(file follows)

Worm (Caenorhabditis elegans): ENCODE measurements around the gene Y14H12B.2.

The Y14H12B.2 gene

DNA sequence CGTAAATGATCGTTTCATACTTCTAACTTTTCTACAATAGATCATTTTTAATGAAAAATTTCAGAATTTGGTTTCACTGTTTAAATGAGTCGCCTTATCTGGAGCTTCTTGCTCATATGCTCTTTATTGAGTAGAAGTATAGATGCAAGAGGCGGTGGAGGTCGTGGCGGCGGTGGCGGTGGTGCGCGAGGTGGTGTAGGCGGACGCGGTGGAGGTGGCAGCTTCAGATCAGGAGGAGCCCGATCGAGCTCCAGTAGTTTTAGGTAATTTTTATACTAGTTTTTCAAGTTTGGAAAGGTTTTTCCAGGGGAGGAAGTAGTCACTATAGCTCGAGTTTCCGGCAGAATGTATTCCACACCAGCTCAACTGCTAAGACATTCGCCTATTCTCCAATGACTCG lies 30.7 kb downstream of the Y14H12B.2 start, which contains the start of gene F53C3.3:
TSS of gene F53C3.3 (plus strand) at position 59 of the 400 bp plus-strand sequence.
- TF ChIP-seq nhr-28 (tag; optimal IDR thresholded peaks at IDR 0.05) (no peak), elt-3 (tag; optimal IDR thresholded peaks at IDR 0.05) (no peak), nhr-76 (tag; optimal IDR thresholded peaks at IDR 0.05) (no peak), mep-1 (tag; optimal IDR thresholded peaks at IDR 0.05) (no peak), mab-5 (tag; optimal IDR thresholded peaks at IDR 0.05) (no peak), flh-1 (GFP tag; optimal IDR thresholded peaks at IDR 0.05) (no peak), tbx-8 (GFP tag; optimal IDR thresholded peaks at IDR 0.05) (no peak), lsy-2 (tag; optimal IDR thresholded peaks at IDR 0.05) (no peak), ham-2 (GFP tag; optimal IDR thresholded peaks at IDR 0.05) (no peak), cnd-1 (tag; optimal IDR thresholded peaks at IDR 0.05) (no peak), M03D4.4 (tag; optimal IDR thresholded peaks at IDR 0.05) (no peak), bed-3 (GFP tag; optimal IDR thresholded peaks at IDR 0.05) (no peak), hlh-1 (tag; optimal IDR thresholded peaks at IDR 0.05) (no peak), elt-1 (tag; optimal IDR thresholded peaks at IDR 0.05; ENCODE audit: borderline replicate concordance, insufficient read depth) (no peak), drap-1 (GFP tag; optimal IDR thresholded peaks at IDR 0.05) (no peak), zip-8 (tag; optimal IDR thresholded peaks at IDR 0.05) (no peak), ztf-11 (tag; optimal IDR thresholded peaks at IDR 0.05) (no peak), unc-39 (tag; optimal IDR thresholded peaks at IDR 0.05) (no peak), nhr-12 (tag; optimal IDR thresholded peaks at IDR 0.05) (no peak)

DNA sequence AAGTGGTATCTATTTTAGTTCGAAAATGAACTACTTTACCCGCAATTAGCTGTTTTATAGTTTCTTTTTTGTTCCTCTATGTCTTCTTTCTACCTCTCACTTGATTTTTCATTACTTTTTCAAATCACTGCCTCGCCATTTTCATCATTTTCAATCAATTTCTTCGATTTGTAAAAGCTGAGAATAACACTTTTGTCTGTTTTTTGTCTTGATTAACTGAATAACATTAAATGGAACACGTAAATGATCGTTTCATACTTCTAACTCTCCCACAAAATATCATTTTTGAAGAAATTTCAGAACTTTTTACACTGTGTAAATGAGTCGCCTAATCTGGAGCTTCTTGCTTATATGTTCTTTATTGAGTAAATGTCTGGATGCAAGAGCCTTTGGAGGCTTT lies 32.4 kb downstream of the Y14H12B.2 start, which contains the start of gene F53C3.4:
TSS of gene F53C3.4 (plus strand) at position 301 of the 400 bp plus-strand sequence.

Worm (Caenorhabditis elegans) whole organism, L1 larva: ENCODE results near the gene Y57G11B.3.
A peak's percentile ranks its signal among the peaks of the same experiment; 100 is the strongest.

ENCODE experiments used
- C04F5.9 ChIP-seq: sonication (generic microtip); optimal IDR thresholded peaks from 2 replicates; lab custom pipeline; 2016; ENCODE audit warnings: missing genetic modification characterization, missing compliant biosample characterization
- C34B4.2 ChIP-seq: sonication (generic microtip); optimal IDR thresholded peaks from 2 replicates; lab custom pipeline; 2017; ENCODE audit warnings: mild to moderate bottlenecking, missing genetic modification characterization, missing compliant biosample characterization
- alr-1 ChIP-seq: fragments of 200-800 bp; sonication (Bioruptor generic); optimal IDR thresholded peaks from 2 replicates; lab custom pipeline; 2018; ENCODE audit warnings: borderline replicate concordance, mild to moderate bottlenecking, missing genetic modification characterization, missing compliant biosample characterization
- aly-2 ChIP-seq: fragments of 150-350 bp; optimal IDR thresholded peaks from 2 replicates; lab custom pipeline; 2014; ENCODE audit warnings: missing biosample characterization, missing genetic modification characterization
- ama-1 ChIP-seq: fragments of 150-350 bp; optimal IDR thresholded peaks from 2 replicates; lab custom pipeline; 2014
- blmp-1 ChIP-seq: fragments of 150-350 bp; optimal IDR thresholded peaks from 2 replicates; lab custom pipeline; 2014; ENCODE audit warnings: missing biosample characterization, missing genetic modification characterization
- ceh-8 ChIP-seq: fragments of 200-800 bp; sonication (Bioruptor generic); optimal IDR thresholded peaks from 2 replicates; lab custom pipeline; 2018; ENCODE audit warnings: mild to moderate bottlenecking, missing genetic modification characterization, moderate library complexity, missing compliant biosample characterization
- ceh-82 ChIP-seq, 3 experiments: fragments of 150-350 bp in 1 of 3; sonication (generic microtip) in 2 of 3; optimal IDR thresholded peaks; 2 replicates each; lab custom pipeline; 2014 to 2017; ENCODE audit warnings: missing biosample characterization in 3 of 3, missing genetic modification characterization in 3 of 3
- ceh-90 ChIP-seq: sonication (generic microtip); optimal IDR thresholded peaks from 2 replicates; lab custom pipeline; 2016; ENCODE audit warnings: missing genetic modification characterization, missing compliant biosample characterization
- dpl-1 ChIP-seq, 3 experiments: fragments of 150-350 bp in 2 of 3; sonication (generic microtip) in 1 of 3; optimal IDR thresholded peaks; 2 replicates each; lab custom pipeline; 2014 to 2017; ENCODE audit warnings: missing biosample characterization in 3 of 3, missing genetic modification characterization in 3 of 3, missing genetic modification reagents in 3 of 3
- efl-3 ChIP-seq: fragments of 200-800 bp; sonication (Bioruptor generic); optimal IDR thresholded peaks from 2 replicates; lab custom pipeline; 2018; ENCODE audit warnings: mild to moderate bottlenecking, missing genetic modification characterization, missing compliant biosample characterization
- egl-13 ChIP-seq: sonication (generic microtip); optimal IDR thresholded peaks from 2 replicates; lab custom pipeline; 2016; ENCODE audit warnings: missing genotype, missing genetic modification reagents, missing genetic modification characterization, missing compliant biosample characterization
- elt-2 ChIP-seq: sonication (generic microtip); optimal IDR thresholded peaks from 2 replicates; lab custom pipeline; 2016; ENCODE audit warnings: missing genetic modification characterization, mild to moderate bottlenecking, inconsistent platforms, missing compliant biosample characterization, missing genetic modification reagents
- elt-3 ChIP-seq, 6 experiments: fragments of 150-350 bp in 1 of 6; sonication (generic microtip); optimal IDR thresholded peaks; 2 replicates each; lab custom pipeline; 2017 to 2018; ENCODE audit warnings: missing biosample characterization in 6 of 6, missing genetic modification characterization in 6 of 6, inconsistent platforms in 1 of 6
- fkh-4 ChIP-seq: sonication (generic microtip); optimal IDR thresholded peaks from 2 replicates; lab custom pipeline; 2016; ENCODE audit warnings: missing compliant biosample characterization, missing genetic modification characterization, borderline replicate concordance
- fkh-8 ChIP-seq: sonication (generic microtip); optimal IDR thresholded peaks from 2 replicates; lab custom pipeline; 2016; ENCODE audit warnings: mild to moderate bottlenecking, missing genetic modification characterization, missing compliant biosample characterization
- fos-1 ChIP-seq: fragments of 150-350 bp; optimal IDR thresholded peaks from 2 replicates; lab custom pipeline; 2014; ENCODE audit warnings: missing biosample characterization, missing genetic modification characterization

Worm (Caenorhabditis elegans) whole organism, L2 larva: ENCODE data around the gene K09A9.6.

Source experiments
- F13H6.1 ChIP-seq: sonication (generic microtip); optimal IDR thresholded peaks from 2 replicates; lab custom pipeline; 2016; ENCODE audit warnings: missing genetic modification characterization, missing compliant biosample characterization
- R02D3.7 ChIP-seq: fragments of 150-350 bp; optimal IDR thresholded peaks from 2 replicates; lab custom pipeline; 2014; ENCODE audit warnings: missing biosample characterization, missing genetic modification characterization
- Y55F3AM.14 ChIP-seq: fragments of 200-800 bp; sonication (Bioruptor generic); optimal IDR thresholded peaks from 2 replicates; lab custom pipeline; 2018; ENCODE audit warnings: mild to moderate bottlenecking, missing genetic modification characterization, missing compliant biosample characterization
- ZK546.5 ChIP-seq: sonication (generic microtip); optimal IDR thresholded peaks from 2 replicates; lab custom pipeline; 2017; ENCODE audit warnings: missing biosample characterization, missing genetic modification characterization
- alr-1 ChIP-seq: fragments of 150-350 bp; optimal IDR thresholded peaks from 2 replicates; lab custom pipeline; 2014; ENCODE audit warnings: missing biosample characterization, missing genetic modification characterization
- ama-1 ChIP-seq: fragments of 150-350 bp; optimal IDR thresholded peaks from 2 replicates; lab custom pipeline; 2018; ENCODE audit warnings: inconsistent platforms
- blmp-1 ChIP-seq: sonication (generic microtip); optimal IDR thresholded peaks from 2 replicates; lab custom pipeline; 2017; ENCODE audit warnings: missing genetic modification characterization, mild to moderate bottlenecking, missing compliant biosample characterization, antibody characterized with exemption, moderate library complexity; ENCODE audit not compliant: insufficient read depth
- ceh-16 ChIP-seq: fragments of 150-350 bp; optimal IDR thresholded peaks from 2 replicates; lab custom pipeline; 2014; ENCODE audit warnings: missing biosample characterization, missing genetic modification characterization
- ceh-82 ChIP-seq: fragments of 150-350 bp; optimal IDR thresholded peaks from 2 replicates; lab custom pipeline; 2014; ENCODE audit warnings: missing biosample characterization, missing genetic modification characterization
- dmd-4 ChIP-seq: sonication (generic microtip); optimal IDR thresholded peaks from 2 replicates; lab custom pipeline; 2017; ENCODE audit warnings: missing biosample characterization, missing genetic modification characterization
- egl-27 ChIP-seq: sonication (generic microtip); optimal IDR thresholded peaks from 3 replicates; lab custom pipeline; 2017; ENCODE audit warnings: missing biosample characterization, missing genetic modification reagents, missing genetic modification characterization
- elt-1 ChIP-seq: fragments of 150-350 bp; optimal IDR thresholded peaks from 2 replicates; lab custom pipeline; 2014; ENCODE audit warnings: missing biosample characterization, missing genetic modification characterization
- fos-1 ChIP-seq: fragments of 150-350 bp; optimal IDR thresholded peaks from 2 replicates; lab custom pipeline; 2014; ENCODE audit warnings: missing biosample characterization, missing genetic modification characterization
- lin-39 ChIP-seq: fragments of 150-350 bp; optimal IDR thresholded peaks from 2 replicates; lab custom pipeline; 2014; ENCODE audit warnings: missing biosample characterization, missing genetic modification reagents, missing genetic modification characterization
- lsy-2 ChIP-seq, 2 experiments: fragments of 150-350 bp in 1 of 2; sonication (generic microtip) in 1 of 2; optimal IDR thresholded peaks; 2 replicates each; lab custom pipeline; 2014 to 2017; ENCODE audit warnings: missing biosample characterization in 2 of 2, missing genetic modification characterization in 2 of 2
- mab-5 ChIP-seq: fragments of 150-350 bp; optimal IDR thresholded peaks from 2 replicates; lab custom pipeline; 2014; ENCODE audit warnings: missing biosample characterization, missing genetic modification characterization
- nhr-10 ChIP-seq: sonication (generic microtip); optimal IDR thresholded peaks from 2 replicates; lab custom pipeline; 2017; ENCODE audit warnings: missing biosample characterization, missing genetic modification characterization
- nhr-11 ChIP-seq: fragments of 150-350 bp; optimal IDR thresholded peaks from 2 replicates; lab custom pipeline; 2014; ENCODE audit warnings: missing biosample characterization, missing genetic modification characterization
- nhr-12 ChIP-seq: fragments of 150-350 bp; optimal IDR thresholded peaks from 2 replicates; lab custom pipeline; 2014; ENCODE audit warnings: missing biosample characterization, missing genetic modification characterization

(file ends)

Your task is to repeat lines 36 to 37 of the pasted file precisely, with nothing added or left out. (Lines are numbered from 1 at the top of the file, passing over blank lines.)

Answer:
- blmp-1 ChIP-seq: sonication (generic microtip); optimal IDR thresholded peaks from 2 replicates; lab custom pipeline; 2017; ENCODE audit warnings: missing genetic modification characterization, mild to moderate bottlenecking, missing compliant biosample characterization, antibody characterized with exemption, moderate library complexity; ENCODE audit not compliant: insufficient read depth
- ceh-16 ChIP-seq: fragments of 150-350 bp; optimal IDR thresholded peaks from 2 replicates; lab custom pipeline; 2014; ENCODE audit warnings: missing biosample characterization, missing genetic modification characterization